Tennessee is fortunate to have both large scale apiaries and serious hobbyist beekeepers who maintain three to twenty-five hives. You may find a honey product you love to use or you may consider tasting a variety of honey flavors. Either way, I suggest you consider “local” honey to be from the larger Nashville area, middle Tennessee; and include East and West Tennessee within the Garden Zones 6B-7A.  This approach enables you to benefit from a larger spectrum of naturally occurring pollens found in flavorful, raw honey…Tennessee pure, golden honey.

— Carol Hagen, Queen Bee Pollinators

Support Your Local Farmer With One Meal At A Time

10013743_10202860779534696_475239739_nCHALLENGE ACCEPTED?

Can you commit to cooking just one meal a week that is completely purchased at the market while supporting your local farmer? It’s simple.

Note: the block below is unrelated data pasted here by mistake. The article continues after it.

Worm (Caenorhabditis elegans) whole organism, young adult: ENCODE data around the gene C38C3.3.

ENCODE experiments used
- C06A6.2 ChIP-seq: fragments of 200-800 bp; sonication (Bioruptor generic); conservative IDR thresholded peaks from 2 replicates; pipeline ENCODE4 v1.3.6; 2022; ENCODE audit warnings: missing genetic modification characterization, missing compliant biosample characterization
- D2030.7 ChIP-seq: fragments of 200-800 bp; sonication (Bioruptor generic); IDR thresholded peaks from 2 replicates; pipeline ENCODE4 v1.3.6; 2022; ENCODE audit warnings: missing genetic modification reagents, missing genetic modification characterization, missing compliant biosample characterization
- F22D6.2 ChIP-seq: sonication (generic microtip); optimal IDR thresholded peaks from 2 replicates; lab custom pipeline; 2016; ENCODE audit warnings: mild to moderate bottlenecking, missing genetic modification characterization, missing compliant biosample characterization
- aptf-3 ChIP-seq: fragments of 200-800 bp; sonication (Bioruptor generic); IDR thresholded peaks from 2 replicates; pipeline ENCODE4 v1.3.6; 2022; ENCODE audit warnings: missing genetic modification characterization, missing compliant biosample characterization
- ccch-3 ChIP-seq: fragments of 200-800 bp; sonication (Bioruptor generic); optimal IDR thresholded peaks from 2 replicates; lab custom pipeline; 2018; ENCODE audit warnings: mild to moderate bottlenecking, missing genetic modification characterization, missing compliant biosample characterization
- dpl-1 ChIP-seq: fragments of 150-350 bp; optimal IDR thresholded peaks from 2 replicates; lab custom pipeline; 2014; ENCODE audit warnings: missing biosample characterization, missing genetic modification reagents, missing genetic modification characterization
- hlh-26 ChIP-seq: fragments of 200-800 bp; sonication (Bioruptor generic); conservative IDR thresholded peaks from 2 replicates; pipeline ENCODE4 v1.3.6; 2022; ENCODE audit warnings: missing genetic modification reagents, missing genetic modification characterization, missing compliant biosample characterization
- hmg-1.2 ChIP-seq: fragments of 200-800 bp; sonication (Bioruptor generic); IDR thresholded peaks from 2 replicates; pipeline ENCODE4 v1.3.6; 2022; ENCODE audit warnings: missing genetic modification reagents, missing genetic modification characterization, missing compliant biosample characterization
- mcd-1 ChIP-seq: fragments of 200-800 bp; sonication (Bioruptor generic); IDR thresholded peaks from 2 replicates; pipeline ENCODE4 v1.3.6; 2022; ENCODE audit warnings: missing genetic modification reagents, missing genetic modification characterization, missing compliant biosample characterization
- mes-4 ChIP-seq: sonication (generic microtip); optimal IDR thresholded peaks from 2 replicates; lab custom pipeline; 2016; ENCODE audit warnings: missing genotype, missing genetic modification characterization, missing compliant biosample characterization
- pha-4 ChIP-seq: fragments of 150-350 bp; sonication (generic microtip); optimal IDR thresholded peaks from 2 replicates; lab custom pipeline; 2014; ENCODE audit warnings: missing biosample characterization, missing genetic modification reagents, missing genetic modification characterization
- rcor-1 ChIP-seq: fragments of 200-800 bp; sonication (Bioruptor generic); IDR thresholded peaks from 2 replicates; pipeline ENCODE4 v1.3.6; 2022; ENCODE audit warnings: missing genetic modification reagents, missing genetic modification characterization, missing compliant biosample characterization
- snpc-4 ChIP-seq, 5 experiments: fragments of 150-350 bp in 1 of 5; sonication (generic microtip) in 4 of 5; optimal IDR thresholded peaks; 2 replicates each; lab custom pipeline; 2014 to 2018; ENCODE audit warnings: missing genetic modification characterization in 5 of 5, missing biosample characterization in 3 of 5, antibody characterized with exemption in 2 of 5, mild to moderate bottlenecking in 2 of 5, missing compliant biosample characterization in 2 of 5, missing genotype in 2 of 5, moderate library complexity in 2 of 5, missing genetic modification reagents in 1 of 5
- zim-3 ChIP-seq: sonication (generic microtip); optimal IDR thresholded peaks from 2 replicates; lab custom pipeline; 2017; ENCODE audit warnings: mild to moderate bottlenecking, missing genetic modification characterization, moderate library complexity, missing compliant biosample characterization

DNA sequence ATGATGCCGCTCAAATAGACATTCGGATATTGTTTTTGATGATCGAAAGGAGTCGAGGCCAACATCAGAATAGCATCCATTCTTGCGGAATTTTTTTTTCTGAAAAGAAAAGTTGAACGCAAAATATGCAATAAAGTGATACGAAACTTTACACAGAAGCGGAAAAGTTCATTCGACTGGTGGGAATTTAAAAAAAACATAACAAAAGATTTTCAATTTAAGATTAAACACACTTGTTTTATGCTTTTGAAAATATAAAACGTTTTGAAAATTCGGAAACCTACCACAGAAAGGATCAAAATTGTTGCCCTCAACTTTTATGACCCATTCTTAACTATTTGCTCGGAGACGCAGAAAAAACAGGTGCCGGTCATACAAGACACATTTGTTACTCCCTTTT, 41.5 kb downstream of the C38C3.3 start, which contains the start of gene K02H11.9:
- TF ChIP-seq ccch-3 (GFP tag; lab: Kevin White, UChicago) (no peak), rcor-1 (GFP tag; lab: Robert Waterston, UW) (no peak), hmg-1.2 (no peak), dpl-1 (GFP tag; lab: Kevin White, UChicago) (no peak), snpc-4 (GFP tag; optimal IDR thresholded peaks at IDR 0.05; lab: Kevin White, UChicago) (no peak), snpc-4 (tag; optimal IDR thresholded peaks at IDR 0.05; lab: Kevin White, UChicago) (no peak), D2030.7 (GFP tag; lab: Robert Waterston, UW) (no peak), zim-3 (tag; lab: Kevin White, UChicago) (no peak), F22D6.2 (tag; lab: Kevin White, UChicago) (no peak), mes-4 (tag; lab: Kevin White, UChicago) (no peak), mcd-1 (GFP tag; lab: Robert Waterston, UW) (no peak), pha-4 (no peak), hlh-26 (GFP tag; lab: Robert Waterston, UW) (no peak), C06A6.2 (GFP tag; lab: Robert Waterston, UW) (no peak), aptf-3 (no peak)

You can buy local corn tortillas, onions, lettuce, ground beef, and cheese.  Then top that with salsa for an easy quesadilla supper.

Or you could buy fresh berries or peaches, croissants, granola, jam or honey and finish with yogurt or cheese for a gourmet farmers market breakfast. 

Of course, if cooking just isn’t your thing there is no reason to worry.  You can also find plenty of prepared foods from our vendors and food trucks as well.  

After you see how truly easy and delicious it can be, you will surely want to add more. Please share your results with us. Have fun!

We look forward to seeing you and your family on Wednesday.  

Opening Day Market Celebration Rescheduled for May 21st, 2014

Our new location in beautiful Shelby Park next to the children's playground next to the baseball diamonds

Our new location in beautiful Shelby Park next to the children’s playground next to the baseball diamonds